Chapter 41: Moby Dick

“I, Ishmael, was one of that crew; my shouts had gone up with the rest; my oath had been welded with theirs; and stronger I shouted, and more did I hammer and clinch my oath, because of the dread in my soul.”

Soon after Ahab’s stark raving introduction of Moby Dick to the crew, as well as his demand for the crew’s oath to help him hunt the whale, Ishmael pauses to address some of the bigger questions that may be lingering in the minds of his audience, namely, who is this crazy captain, so what about the whale, and why doesn’t anyone stop Ahab’s reckless quest for vengeance?

The whale becomes an idea: Ishmael says that while rumor abounds in all maritime professions, in the whaling world, rumor runs highest, for “they are by all odds the most directly brought into contact with whatever is appallingly astonishing in the sea.” Because of the inconsistency of communication within the profession, due to the length and solitude of a cruise, rumor runs unchecked. Thus, tales of ferocious encounters with Moby Dick bounce among whalers in such a way to lend the whale an aspect of “ubiquity,” both in space and in time, and “immortality is but ubiquity in time.”

Ahab’s transformation: For Captain Ahab, Moby Dick is not so much legend as scapegoat, and it’s an important difference. By Ishmael’s account, Ahab’s initial encounter with Moby Dick (attacking the whale with a knife, losing a leg) was little more than impulse. But the loss of his leg seemed so cosmically unfair* that he “piled upon the white whale’s hump the sum of all the general rage and hate felt by his whole race from Adam down.”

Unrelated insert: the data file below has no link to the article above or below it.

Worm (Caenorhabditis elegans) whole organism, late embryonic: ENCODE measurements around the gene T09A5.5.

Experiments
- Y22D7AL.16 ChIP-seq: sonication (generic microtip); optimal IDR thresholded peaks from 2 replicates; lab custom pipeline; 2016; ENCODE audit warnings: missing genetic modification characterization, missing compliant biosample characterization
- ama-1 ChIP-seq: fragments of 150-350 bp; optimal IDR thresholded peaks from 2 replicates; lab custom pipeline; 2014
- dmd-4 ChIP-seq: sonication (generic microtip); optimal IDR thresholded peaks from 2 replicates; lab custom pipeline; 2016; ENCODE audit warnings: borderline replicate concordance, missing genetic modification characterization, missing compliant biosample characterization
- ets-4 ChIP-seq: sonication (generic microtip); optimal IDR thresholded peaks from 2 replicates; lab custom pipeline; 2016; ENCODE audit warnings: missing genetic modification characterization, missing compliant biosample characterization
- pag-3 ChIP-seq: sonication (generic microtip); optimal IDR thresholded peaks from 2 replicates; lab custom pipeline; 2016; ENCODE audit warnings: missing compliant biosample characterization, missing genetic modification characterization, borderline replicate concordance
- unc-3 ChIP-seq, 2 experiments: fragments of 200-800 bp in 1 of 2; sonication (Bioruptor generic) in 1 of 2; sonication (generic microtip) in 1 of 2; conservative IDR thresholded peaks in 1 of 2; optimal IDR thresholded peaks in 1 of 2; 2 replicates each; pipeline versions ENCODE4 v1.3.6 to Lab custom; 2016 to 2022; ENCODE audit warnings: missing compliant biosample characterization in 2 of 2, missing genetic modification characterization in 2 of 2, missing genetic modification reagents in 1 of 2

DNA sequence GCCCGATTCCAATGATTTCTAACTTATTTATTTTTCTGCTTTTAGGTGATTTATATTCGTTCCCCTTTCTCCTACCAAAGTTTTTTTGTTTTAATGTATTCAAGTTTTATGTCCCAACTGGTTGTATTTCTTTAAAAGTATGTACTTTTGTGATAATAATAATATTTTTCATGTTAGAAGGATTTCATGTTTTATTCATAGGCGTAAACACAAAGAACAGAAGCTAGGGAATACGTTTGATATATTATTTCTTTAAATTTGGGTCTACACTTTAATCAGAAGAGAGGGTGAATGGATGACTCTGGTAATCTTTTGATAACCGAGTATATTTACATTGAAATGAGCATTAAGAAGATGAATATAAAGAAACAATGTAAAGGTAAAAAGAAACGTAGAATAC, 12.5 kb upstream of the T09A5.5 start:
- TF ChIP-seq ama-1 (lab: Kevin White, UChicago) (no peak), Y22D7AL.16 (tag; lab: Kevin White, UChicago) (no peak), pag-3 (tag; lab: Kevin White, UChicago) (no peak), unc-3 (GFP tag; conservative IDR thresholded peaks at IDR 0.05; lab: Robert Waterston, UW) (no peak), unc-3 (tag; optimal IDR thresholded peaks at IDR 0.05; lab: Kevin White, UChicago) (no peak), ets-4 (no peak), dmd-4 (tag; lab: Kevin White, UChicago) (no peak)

Amorality v. immorality: Early in the chapter, Ishmael attributes to fear his complicity in the tragedy to come, but by the end of the chapter says simply, “I gave myself up to the abandonment of the time and the place.” Does Ishmael regret not preventing the demise of the Pequod? Does he see no other option? Does he feel it not his place as storyteller to interfere with his narrative? In some ways, this is the conundrum of the modernist writer or the proto-anthropologist — are we immoral in amorally disengaging ourselves from the course of events?

*Stab with a knife, bite off a leg — seems somewhat fair to me.

Chapter 41: Moby Dick

Let’s talk of the depths:
We’re of the cavernous Earth.
We take in the rocky chasms
At the very moment of birth.

Under the heart
(In all a darkness),
An ancient and fragile king
As pillar, quivering.

As a whale under the ocean, no one knows
All to bear from private spaces.

Now spin me a yarn,
No simple matter of fact.
In facing the grandiose
We take a supernatural tact.

So as within,
Deep down below
An ancient and fragile king
As pillar, quivering.

As a whale under the ocean, no one knows
All to bear from private spaces.

In all the world
There is a weight of defeat
Breaching the placid surface
With an ubiquity.

So grand, indeed,
Call it the devil and plead,
Or muster the soul’s harpoon
From madness.

(c) and (p) 2008 Patrick Shea
Words and music written by Patrick Shea September 30, 2008
All parts performed, arranged, and recorded by Patrick Shea September 28, 2009

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